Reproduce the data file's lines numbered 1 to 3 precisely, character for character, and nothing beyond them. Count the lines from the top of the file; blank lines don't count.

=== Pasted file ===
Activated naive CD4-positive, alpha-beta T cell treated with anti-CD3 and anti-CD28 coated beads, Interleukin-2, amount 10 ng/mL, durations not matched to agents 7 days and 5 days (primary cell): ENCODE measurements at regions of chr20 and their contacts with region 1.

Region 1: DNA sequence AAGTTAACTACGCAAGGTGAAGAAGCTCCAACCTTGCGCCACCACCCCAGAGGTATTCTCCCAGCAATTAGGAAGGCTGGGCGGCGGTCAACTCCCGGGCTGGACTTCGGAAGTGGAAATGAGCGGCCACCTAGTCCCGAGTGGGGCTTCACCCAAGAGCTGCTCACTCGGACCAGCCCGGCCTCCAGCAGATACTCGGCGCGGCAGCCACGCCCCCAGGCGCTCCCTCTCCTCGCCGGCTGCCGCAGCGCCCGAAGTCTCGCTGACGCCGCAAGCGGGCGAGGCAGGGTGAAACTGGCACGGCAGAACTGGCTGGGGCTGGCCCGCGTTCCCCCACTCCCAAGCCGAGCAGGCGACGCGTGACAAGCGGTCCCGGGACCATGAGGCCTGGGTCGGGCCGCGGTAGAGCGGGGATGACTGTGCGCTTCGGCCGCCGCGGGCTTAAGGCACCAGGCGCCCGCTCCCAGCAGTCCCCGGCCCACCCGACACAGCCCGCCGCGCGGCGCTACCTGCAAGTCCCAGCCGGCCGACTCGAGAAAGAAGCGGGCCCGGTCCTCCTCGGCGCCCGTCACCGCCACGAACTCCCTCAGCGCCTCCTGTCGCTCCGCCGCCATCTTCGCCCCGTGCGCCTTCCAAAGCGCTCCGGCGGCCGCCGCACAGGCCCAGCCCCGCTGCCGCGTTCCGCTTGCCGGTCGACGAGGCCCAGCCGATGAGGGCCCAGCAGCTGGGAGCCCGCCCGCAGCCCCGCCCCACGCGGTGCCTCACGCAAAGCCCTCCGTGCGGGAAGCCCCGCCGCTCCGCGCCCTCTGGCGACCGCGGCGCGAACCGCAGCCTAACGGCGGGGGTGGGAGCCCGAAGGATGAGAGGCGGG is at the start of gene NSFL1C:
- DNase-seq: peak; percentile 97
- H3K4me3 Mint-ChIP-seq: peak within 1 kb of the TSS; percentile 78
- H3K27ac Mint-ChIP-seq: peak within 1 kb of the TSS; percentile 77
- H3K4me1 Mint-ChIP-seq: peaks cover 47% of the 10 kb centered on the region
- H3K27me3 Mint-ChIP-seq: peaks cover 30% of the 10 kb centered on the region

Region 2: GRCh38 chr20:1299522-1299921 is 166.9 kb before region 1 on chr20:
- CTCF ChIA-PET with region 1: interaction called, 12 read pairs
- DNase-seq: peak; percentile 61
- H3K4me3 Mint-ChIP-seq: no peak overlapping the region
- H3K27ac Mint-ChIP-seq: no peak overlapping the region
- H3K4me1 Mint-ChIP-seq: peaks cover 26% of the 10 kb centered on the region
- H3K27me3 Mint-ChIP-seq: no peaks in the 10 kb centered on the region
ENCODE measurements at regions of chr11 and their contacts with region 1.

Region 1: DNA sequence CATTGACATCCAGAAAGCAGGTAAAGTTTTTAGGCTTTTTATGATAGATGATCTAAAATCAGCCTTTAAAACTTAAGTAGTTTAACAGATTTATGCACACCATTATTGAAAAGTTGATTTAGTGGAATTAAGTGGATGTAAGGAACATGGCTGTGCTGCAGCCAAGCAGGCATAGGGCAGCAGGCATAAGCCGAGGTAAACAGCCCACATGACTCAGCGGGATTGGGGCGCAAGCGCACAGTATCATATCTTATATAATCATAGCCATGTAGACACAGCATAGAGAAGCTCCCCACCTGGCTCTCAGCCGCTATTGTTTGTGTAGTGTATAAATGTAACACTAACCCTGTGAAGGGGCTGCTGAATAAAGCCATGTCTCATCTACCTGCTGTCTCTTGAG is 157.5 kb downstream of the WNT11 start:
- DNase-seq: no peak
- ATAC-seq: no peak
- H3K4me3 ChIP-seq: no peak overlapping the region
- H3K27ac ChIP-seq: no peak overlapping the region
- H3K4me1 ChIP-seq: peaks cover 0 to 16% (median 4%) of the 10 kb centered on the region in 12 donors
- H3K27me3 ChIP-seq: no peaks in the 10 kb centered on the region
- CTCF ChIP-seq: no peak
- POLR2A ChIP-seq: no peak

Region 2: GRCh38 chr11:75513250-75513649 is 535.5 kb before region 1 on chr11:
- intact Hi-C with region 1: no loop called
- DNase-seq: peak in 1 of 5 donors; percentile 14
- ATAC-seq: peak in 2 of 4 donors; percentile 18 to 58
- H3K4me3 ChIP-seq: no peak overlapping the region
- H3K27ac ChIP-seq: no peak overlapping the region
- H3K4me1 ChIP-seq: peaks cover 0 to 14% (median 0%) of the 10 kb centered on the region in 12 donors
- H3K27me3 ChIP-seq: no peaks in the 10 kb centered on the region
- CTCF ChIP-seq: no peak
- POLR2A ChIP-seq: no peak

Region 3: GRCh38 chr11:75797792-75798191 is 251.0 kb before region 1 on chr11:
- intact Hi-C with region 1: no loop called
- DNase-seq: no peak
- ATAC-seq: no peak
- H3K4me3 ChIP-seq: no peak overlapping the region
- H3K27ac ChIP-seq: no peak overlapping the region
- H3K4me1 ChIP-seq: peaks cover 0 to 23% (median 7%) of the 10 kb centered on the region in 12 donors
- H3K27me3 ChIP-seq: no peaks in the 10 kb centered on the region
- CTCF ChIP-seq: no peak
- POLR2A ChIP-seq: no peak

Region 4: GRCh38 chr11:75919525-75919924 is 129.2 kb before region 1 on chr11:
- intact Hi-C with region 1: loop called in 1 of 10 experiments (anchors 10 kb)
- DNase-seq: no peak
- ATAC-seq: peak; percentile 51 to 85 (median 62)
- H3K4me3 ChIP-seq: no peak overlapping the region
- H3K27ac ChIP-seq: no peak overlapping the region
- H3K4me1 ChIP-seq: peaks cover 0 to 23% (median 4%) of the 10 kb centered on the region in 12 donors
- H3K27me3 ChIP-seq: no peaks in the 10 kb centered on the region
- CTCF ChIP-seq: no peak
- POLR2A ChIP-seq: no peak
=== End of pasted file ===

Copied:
Activated naive CD4-positive, alpha-beta T cell treated with anti-CD3 and anti-CD28 coated beads, Interleukin-2, amount 10 ng/mL, durations not matched to agents 7 days and 5 days (primary cell): ENCODE measurements at regions of chr20 and their contacts with region 1.

Region 1: DNA sequence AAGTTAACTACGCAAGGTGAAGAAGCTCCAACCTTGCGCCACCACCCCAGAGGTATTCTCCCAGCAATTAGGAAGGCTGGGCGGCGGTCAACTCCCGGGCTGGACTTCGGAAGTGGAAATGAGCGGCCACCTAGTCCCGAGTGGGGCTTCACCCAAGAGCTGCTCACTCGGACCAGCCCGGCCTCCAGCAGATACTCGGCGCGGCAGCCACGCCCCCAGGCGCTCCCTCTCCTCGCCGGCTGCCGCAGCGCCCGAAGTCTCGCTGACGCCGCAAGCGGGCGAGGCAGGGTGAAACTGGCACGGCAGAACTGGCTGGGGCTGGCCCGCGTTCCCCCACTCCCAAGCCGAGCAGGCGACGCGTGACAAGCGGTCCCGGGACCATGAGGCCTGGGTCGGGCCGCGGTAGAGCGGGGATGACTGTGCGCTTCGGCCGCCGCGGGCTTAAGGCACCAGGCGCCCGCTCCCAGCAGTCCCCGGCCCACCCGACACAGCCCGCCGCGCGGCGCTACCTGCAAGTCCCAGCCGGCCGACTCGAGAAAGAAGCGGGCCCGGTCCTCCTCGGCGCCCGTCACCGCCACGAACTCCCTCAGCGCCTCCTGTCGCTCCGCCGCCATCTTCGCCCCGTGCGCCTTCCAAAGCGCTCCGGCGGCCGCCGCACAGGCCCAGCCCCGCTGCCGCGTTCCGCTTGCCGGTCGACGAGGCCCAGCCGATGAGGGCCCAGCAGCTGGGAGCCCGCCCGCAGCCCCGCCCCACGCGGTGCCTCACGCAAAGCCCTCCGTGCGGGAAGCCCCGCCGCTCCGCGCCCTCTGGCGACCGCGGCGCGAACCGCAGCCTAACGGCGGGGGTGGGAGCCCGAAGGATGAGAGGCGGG is at the start of gene NSFL1C:
- DNase-seq: peak; percentile 97